In a 5-4 ruling, the U.S. Supreme Court today ruled that the EPA acted unreasonably when it refused to consider the cost of implementing its Mercury and Air Toxics Standard (MATS).

The MATS rule, issued in 2012, established emissions limits from power plants for mercury, filterable particulate matter, and hydrogen chloride.  U.S. power plants were required to come into compliance with the MATS rule by April 16 of this year, but 170 coal-fired power plants received a one year extension to either install control technology or shut down.

EPA estimated that it would cost the power industry nearly $9.6 billion per year in compliance costs while providing a pollution reduction benefit of only $4 to $6 million per year.  However, EPA said that Section 112 of the Clean Air Act only required it to consider compliance costs when establishing an appropriate emission level but not when deciding whether to regulate in the first place.

Justice Scalia, writing for the majority, found that the words “appropriate and necessary” under Section 112 required EPA to consider the costs of the regulation at the initial stages and that “EPA must consider cost—including cost of compliance—before deciding whether regulation is appropriate and necessary.”  Justice Scalia further said “Against the backdrop of [] established administrative practice, it is unreasonable to read an instruction to an administrative agency to determine whether ‘regulation is appropriate and necessary’ as an invitation to ignore costs.” Slip opinion pp 7-8.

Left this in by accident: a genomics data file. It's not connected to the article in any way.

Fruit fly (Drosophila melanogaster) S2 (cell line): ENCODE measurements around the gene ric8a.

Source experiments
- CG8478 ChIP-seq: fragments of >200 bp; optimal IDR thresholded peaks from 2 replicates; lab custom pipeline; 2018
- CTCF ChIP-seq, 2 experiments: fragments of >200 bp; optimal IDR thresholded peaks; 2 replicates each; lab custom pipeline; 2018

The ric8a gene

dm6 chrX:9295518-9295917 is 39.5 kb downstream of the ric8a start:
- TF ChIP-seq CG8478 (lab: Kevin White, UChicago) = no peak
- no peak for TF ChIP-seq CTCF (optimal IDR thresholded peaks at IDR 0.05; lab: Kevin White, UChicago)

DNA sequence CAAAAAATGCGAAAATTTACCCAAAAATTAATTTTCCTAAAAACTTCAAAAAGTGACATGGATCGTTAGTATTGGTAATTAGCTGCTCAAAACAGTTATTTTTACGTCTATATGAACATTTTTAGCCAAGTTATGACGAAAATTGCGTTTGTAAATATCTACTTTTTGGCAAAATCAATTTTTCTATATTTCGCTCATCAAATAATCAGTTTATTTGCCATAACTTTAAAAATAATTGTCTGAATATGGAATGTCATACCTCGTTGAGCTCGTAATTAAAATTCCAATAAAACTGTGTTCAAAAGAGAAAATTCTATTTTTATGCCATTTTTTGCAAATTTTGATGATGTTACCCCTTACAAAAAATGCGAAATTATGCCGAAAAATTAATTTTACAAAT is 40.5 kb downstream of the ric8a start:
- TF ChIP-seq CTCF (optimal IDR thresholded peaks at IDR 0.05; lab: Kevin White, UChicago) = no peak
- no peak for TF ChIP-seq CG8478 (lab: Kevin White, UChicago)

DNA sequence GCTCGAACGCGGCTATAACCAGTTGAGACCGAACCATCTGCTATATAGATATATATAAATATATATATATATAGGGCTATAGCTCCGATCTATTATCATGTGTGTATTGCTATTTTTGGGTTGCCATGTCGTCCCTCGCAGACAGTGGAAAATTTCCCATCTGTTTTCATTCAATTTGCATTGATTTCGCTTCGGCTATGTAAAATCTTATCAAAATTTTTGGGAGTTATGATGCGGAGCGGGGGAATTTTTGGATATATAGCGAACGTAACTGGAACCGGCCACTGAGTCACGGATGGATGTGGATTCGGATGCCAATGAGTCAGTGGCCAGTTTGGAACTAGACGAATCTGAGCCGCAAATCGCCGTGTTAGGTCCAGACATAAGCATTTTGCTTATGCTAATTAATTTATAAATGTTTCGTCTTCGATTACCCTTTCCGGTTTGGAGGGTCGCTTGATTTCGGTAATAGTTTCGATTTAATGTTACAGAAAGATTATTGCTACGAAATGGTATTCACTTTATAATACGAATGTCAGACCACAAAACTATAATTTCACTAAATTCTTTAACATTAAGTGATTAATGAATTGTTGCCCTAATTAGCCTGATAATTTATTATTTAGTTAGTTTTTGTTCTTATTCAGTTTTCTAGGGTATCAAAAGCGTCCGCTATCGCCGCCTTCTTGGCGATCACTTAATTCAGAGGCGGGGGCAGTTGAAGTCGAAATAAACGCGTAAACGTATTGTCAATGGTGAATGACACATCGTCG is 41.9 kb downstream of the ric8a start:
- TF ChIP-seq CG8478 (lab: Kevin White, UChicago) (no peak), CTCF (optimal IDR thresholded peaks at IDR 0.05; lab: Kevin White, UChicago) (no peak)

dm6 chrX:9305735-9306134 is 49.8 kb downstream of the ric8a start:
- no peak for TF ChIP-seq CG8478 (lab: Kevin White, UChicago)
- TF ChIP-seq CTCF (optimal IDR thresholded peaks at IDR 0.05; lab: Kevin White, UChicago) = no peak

Justice Scalia wrote that Section 112 requires EPA to consider “all of the relevant factors” and that “agencies must operate within the bounds of reasonable interpretation. EPA strayed far beyond those bounds when it read §7412(n)(1) to mean that it could ignore cost when deciding whether to regulate power plants.”  Slip op. p. 6.

Writing for the minority, Justice Kagan said that Congress had allocated broad authority to EPA to determine whether to regulate an industry and that EPA had properly considered costs at a later stage in the regulation, something EPA has done in other rules.